The captivating visuals are a free adaptation of The Raft of the Medusa by Théodore Géricault, one of the first works to feature a subtle social and governmental criticism.

In 1819 the Raft of the Medusa’s depiction of migrants abandoned at sea, as a consequence for the sinking of a colonial Western ship in the coast of Africa, outraged the world. Today, most of us ignore those dying to cross borders, the genocidal tragedy of our time.
Géricault makes us feel the loss of each of the dead and the pain of each of the living. This painting is an act of empathy for our fellow human beings. But where is such empathy today? The work is a masterpiece of pity that puts the Global North to shame.

The narrative and composition will be modified to match our allegoric intentions. The raft is standing on sand denouncing desertification as a result of drought, deforestation, or inappropriate agriculture.
Above it we find vegetation and taxidermied animals denouncing the extinction crisis as a consequence to human activity, habitat destruction as farming land expand and forests are cut-down is the main cause of modern extinctions, along with pollution, the introduction of alien species, over fishing or hunting, increasingly, however, climate change is thought to be driving extinctions.
The migrant bodies reflect the contemporary social crisis as they stand for the migrants fleeing from either conflict regions troubled by resource extraction, natural catastrophes, livelihood systems compromised by climate change impacts.

The rigorous choreography and the symbolically composed mise-en-scène asks profound questions about the nature of survival, barbarism, and the miracle of human resilience in the face of the awesome and unforgiving power of nature, as well as the inner-struggle for meaning and purpose that we all face.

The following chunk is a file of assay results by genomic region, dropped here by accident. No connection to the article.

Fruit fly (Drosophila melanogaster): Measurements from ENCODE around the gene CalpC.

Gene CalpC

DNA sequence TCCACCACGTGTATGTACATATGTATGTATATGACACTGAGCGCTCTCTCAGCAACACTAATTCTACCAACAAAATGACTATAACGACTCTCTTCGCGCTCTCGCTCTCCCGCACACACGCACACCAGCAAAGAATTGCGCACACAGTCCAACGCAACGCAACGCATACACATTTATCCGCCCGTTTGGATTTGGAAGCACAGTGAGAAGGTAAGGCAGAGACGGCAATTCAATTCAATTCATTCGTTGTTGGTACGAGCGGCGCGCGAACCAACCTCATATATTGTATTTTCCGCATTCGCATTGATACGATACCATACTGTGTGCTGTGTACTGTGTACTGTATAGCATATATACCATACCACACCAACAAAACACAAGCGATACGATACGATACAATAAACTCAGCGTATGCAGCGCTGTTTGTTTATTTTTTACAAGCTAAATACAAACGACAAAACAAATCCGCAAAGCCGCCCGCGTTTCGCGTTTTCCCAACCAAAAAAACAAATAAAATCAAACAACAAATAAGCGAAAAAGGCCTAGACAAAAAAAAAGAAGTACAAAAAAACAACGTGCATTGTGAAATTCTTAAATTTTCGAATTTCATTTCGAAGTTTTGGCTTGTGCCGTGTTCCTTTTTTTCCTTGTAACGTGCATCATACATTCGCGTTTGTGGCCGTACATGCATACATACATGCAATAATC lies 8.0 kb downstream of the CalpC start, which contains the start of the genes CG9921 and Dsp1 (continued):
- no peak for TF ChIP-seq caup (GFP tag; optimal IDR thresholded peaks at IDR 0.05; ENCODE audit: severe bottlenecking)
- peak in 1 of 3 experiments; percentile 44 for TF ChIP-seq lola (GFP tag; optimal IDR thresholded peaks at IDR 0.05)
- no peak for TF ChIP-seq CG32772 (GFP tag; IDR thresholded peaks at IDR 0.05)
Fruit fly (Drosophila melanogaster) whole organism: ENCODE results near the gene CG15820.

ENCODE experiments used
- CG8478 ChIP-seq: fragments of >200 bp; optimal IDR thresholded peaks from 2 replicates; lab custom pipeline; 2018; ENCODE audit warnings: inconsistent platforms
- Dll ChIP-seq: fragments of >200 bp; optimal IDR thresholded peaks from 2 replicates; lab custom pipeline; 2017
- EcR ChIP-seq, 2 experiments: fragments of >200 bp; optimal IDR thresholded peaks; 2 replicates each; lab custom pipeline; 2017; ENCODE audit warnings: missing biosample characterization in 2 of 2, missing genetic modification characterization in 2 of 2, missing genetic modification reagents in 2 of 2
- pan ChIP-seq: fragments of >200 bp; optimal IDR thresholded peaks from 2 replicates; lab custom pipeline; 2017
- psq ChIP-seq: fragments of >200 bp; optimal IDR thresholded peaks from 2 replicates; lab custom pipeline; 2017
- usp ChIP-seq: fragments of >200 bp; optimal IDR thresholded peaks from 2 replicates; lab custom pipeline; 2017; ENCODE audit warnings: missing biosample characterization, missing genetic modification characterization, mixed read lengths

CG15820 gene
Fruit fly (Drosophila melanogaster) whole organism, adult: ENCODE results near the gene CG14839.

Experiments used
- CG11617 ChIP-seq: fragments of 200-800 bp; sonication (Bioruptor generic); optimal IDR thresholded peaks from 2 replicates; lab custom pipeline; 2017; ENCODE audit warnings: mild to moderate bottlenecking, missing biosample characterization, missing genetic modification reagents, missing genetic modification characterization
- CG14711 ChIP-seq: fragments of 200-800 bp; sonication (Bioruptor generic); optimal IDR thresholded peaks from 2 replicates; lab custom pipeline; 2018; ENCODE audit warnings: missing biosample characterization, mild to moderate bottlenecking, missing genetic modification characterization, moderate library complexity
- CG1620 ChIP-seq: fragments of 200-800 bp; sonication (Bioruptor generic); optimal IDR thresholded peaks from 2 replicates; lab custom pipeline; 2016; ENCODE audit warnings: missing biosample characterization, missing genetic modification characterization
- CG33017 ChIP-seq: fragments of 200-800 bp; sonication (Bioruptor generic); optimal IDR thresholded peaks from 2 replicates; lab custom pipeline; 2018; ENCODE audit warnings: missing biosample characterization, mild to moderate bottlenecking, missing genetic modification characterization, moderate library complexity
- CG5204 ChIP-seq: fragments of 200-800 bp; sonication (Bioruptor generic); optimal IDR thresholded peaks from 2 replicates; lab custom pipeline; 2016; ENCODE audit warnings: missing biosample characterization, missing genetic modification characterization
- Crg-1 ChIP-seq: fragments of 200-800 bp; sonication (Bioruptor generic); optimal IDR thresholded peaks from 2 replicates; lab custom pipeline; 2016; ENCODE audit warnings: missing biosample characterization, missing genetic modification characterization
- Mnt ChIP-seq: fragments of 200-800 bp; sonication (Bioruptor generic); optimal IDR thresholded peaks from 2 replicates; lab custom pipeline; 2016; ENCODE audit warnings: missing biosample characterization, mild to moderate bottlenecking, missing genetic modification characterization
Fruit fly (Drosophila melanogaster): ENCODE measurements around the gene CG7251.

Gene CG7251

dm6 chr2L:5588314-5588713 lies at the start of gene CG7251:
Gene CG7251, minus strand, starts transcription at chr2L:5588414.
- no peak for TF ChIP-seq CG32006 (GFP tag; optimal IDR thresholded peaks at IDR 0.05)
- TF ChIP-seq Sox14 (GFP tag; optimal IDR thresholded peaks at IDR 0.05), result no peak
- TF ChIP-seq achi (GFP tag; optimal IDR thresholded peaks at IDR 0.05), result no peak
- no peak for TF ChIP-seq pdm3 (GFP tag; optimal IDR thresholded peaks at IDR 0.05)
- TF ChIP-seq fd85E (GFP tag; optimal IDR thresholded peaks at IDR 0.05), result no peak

The sound design will guide the audience trough our ideas and urgencies. It opens with the myth of the creation of the first man and the end of the mankind and the world along with it as told by the Xingu tribes in Brazil.
The core is a dialogue between a human and a robot inspired by the Agenda 2030 for Sustainable Development (SDG) and commenting on Anthropocene, and its connection with: extractive-colonial capitalism processes that historically subordinated African and Indigenous populations, ecocides and climate change.
Thread with a patchwork of testimonies, music, soundscapes and archive sources from different regions of the world, it ends with the mourning and the chants of the Kuraup. The Kuarup is the principal funeral ritual of the Indians of the Xingu. It is a gathering of all neighboring tribes to celebrate life, death, and rebirth.

Inscribed in Interdependence and in direct dialogue with the other films in the anthology Extraction: The Raft of the Medusa is a disturbing sensorial testament to the power of human depravity that pretends to raise awareness on the effects of climate change. The film is inclusive and intents to reach a wide audience leaving them with sacred hope.